Politics & Government

Panel charges former Kentucky tourism chief with ethics violation

Kentucky Tourism Commissioner Mike Cooper
Kentucky Tourism Commissioner Mike Cooper

FRANKFORT — A state ethics panel issued charges Monday against former Tourism Commissioner Mike Cooper, alleging that he misused state resources for his own financial gain.

Cooper, who resigned in February after a series of articles by the Lexington Herald-Leader, allowed a state contractor to pay $735 for his meals, party tickets and other expenses in June 2011 during an unauthorized trip to London, England, according to documents obtained by the newspaper.

When questioned about the London trip by superiors at the Kentucky Tourism, Arts and Heritage Cabinet, Cooper said in an email that his trip was for personal reasons, according to the Executive Branch Ethics Commission. However, Cooper later authorized spending state money to repay the British public relations firm that had covered his expenses in London.

Eventually, Cooper was ordered to repay the money to Gosh P.R., which had a $179,900 a year contract to promote Kentucky tourism in the United Kingdom. Cooper helped award Gosh's contract in 2008 and signed off on its monthly billing.

The ethics panel also alleged that Cooper failed to follow personnel rules for travel expenses, charged personal items to a state-issued credit card and conducted personal business while on approved state travel.

The charges released Monday are allegations based on an initial investigation that was initiatied in December. Cooper, who could not be reached for comment, has 20 days to respond to the charges. If found guilty by the commission, he could receive a public reprimand and a fine of up to $5,000.

The Herald-Leader also reported in February that a Web site used by Gosh P.R. to promote Kentucky tourist attractions in the United Kingdom contained factual errors and offensive stereotypes about Kentucky.

State officials said they were offended by some of the Web site's content, including a snarky article about Roadside Bingo, a car game in which motorists count the dead animals along Kentucky highways.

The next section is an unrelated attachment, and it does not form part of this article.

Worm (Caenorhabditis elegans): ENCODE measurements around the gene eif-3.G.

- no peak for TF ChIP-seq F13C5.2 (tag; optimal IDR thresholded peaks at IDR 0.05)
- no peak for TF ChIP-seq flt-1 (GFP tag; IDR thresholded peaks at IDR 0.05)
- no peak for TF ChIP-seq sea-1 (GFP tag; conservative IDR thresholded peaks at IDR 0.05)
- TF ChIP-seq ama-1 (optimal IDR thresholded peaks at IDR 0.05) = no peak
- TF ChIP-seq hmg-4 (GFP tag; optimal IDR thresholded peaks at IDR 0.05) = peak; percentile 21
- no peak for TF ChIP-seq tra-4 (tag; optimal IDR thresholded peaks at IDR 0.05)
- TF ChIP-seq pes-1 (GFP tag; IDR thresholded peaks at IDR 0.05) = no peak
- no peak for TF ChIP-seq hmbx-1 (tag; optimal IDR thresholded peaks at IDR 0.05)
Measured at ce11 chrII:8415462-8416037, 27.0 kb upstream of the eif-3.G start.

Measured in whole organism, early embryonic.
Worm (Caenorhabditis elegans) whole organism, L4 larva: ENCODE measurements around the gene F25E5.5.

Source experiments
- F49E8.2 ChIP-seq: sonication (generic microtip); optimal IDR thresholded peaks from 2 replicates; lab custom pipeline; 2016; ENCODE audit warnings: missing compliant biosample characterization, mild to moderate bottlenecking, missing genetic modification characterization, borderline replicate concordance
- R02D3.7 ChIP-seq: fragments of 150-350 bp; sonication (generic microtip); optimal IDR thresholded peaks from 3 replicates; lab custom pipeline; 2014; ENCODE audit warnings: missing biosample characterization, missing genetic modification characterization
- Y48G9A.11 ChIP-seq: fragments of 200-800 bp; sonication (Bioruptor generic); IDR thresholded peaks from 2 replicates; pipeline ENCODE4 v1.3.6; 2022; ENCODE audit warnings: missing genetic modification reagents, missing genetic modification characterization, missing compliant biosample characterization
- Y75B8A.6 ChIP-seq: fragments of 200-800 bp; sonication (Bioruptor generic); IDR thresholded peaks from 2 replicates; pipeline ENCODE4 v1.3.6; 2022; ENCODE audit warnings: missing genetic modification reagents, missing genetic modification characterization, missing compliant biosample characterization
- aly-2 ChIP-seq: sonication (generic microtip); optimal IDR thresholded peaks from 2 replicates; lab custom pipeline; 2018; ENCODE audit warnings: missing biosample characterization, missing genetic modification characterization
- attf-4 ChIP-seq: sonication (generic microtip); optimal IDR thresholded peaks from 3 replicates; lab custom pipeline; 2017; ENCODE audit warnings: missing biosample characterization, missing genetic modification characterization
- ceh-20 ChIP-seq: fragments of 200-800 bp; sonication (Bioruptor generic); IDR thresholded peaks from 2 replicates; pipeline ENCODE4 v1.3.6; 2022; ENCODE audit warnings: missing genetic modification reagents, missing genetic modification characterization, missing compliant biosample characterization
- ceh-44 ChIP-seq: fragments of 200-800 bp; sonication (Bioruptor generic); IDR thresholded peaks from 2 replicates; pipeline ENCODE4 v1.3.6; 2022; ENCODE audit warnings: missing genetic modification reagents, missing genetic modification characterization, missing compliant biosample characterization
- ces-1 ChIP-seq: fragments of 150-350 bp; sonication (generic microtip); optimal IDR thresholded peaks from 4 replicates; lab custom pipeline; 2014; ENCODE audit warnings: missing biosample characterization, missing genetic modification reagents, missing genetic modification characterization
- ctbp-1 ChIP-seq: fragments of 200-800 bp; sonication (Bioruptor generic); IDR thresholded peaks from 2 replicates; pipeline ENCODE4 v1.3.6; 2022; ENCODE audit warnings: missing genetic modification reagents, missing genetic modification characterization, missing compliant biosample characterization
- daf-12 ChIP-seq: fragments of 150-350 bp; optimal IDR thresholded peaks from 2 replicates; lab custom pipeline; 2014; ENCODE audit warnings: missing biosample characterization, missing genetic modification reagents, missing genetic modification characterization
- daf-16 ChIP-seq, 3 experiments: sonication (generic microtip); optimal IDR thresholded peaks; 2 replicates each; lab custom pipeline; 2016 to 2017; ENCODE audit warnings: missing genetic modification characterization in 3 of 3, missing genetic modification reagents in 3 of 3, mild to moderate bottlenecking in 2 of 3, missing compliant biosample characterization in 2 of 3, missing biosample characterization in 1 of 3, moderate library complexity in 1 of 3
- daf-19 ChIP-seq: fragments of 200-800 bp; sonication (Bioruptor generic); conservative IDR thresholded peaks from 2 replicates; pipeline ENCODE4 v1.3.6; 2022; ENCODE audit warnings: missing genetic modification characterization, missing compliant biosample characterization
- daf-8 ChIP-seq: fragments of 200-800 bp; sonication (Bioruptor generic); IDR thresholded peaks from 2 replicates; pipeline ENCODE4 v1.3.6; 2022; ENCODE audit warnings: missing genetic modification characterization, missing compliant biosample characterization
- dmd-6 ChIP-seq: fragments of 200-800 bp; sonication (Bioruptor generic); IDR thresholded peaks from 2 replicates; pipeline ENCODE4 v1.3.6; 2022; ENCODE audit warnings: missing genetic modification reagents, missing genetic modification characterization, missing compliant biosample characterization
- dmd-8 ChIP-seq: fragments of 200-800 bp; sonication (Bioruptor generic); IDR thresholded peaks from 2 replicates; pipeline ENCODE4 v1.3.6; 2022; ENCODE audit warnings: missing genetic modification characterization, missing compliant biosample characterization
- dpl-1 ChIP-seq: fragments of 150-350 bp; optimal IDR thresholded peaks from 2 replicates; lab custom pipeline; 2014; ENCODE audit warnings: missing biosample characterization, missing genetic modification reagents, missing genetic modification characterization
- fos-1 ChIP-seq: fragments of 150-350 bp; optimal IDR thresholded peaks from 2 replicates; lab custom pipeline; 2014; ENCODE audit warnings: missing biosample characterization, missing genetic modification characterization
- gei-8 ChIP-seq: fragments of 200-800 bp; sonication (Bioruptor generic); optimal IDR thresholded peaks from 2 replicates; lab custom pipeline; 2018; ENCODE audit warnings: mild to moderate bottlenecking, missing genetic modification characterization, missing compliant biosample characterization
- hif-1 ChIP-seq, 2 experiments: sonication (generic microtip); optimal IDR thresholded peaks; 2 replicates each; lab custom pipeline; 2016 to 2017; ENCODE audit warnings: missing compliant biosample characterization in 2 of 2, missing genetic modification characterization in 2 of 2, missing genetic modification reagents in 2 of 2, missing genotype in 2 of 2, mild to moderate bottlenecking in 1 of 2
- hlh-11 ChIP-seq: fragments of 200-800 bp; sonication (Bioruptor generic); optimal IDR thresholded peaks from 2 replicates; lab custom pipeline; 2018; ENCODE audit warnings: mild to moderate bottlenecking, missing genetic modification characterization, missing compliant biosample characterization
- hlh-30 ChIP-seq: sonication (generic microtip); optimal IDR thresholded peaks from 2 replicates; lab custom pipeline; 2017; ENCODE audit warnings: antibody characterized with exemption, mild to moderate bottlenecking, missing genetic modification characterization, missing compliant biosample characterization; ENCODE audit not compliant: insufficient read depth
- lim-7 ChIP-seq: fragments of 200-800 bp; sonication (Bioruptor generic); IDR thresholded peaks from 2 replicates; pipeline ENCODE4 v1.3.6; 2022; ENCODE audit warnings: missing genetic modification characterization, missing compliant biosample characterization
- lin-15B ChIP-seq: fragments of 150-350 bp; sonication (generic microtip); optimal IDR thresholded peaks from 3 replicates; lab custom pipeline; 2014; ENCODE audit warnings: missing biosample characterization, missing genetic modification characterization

After ordering the Web site disabled, the cabinet scrapped Gosh P.R.'s contract.

In other business Monday, the ethics commission charged Dallas Eddie Kelly, a former surface mine inspector in the Division of Mine Reclamation and Enforcement, with violating ethics rules.

Kelly allegedly falsified time sheets and transportation logs in September 2010, making it appear that he worked more than he actually did.

He could not be reached for comment on Monday.

Kelly chose to resign from his position in December 2010 after the division confronted him about discrepencies in his time sheets and sent him a letter initiating his termination, said Dick Brown, a spokesman for the Public Protection Cabinet.

The state re-inspected mines Kelly was supposed to inspect in the summer of 2010, Brown said.

Also on Monday, the commission:

■ Approved a settlement agreement with Boyd Sigler, a former director of the Division of Highway Safety Program in the Transportation Cabinet. Sigler violated the state's ethics code when he used his official position to gain access for himself and his family members into a section of the Kentucky Speedway where they could meet a celebrity. As part of the settlement, Sigler agreed to pay a $400 fine.

■ Approved final orders against three property valuation administrators for hiring relatives. The commission found that Joyce Parker, PVA in Laurel County; Julie Shields, PVA in Taylor County, and James Wooton, PVA in Leslie County, all violated the state's ethics rules by hiring a relative. All three must pay a $4,000 fine but can appeal the decision to the Franklin Circuit Court.